Articles were accepted for further review if they fulfilled the inclusion criteria described by Reid et al. (3): humans were tested, the test was intended for clinical use, and indexes of accuracy were provided with both sensitivity and specificity or with the counterpart likelihood ratio. Additionally, we reviewed papers that provided ROC curves. Only original articles showing an abstract in Medline were finally reviewed. Two authors checked the abstracts for eligibility criteria, and in case of doubt the full article was reviewed.
APPLICATION OF METHODOLOGIC CHECKLIST
We applied the seven methodologic criteria recommended by Reid et al. (3), which we reproduce below literally:
(1) Spectrum composition: This standard was met if at least three of the following four descriptors were provided: sex distribution, age distribution, summary of presenting clinical symptoms and/or disease stage, and eligibility criteria for study subjects.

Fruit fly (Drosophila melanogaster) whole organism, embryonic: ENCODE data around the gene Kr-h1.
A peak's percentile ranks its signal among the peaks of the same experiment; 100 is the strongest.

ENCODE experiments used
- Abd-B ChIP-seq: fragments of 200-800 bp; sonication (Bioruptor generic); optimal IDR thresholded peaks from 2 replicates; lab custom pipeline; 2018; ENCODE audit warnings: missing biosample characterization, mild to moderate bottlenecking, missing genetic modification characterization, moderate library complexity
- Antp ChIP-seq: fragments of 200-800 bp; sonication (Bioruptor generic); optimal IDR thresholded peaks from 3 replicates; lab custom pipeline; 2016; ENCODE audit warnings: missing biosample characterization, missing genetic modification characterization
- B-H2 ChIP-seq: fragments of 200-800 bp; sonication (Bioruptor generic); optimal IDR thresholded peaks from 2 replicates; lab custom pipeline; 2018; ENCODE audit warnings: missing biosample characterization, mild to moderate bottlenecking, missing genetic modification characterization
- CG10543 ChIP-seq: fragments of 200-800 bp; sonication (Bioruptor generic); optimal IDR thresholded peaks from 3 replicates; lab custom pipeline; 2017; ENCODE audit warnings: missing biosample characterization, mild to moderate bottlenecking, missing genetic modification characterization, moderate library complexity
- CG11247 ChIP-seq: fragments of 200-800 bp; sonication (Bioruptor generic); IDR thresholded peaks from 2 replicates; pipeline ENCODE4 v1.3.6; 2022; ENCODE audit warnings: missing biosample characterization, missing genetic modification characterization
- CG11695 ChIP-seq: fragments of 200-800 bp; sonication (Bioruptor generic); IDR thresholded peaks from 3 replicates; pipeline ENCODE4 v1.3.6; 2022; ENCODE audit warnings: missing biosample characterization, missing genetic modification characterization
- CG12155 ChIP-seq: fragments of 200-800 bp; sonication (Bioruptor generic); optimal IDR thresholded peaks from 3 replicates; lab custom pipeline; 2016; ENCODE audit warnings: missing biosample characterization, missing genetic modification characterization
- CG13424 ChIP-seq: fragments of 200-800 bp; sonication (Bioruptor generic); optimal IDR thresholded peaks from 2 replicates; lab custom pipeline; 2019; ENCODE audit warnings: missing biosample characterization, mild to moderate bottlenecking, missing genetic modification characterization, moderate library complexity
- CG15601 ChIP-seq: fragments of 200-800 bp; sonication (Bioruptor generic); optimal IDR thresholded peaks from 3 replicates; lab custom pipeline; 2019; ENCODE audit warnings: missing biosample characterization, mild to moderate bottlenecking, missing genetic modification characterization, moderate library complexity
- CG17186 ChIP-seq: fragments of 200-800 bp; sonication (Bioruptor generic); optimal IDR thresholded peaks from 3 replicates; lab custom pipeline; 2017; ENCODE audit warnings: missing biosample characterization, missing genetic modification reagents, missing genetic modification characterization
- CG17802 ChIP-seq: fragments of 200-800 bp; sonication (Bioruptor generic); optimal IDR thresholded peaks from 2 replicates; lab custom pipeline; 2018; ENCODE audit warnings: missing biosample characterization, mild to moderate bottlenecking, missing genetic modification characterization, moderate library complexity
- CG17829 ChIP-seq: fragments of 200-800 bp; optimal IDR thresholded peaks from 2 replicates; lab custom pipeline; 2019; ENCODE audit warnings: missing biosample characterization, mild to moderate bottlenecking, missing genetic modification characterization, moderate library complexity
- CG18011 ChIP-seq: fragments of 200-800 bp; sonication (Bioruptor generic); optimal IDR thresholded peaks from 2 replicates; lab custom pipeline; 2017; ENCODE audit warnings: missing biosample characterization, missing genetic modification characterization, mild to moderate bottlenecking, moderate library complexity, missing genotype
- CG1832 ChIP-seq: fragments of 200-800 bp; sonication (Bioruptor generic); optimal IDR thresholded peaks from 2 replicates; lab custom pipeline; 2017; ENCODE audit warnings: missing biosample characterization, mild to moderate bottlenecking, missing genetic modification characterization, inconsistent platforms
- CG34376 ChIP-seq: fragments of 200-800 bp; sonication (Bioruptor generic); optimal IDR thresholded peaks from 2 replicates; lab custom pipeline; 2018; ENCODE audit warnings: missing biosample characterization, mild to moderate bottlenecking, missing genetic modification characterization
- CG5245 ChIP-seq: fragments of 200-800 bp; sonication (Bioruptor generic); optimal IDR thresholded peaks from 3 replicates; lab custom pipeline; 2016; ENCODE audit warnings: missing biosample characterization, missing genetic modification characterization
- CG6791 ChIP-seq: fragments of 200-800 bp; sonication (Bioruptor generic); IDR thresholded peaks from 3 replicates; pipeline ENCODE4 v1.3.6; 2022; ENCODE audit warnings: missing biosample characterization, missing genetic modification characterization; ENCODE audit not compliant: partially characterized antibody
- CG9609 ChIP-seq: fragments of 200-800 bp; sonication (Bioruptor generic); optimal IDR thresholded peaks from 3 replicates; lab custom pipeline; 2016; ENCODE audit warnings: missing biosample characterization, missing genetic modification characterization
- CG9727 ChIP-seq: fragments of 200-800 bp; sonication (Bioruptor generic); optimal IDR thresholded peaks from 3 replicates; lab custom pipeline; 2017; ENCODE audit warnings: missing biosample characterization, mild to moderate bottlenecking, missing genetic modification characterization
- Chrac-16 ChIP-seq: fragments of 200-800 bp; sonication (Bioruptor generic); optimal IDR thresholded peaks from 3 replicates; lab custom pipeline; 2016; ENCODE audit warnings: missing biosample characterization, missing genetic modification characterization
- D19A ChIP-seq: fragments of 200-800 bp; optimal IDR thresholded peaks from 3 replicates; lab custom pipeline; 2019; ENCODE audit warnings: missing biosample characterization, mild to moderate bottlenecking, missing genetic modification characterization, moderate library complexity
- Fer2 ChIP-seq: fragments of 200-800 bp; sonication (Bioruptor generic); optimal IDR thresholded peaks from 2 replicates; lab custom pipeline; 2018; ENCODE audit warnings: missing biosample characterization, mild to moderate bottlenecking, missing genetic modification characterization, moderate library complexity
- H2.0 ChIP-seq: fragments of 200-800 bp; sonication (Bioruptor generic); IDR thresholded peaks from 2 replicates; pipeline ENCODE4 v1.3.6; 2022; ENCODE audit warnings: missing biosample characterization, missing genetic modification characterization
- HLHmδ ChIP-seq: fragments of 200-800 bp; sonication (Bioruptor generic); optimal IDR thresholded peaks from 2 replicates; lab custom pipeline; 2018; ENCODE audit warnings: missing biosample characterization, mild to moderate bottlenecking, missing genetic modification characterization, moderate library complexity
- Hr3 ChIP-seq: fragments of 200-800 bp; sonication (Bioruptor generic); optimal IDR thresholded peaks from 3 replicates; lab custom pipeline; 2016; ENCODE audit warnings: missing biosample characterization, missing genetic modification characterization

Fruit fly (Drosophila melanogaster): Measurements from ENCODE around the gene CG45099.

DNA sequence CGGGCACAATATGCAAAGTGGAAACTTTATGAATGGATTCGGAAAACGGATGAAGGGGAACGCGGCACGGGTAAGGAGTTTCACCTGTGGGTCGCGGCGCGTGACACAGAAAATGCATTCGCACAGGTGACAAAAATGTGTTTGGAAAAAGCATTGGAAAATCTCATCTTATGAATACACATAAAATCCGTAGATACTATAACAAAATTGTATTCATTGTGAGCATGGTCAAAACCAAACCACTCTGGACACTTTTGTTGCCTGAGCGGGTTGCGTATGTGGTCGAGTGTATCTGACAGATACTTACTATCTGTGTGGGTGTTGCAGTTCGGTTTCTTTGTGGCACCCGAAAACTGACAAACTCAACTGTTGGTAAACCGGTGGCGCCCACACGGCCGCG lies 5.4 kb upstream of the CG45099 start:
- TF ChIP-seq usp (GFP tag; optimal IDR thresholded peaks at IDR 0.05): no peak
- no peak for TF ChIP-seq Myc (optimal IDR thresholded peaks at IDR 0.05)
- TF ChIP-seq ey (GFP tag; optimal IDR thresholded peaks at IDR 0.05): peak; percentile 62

(2) Analysis of pertinent subgroups: This standard was fulfilled when results for indexes of accuracy were cited for any pertinent demographic or clinical subgroup of the investigated population.
(3) Avoidance of workup work·up
n. Abbr. w/u
A thorough medical examination for diagnostic purposes. bias: For cohort studies, this standard was met if all subjects were assigned to receive both diagnostic testing and gold standard verification, either by direct procedure or by suitable clinical follow-up. In case-control studies, credit depends on whether the diagnostic test preceded or followed the gold standard procedure. If the diagnostic test preceded, credit was given if disease verification was obtained for a consecutive series of study subjects regardless of their diagnostic test result. If the diagnostic test followed, credit was given if the results were stratified stratified /strat·i·fied/ (strat´i-fid) formed or arranged in layers.